Why Maxing is Worthless and a better alternative

anthonyclarkreverse

 

You all know what the one rep max is. It’s the gold standard for comparing your strength with your buddies. Whenever another guy asks how much you lift they’re referring to your max.

 

Some guys even build their workouts around to. They make sure the day before is light so they’re well rested. They remember how much they maxed even if it’s been months since the last time. But that’s about the only thing they track.

 

Personally I’ve only maxed once. My buddies wanted to do it so we did. And I’ve got to be honest it made me feel pretty good. I lifted more then all my friends despite the fact that I was relatively new to the gym and nobody expected it. It was a good ego boost I felt like such a bad ass, even though now I wouldn’t consider it that much weight.

 

But that boost went away the moment we started getting back to the actual workout. Yeah I had the highest one rep max, but I still couldn’t lift the same weight as the other guys for as long. I would be 10-20 pounds lighter than them while doing a couple less reps.

 

You see that’s the drawback of maxing. It’s a false sense of accomplishment. Lifting something really heavy one time doesn’t make you strong, it’s probably not too safe either (I know my shoulders are still messed up from bad form).

 

On top of that, it isn’t even a good indicator of your progress. As soon as you lifted that weight your muscle fibers tore a little and will rebuild stronger. So in reality you should be able to lift more than that weight next time. By doing a one rep make you determine how strong you were not how strong you are.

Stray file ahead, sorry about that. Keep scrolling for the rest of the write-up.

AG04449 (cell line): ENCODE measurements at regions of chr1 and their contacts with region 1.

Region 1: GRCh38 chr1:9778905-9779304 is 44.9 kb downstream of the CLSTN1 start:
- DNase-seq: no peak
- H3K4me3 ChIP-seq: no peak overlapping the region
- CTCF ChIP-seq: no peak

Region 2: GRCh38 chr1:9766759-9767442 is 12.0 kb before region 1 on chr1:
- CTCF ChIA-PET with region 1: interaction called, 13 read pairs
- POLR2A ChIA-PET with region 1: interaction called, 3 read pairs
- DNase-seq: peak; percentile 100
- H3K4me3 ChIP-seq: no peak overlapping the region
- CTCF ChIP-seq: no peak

But there’s a better way.

 

Constant Tracking

 

Tracking is the key to determining how strong you are and how much progress you’ve made. It is the most effective method because it gives you as close to real time as you can get. You aren’t maxing once in a blue moon and seeing how much you’ve improved. Instead you’re doing the same exercised multiple times a week with increasing amounts of weight each time. Constant growth, constant progression. That’s a better indicator of strength than doing one rep of a weight that’s too heavy for you with bad form.

 

But just because you’re adding weight and keeping track doesn’t really mean you’re strong if all you do is curls.

 

If you really want to work out for strength instead of looks I recommend the timeless 5×5 routine. Do 5×5 of the classic compound lifts (deadlifts, squats, bench, and presses). I guarantee you do a workout like this you’ll be considered strong by normal standards in several months. Give it a few years and you’ll be strong by any measure of the word.

 

So stop wasting your time with a max. Keep track of your heavy compound lifts instead.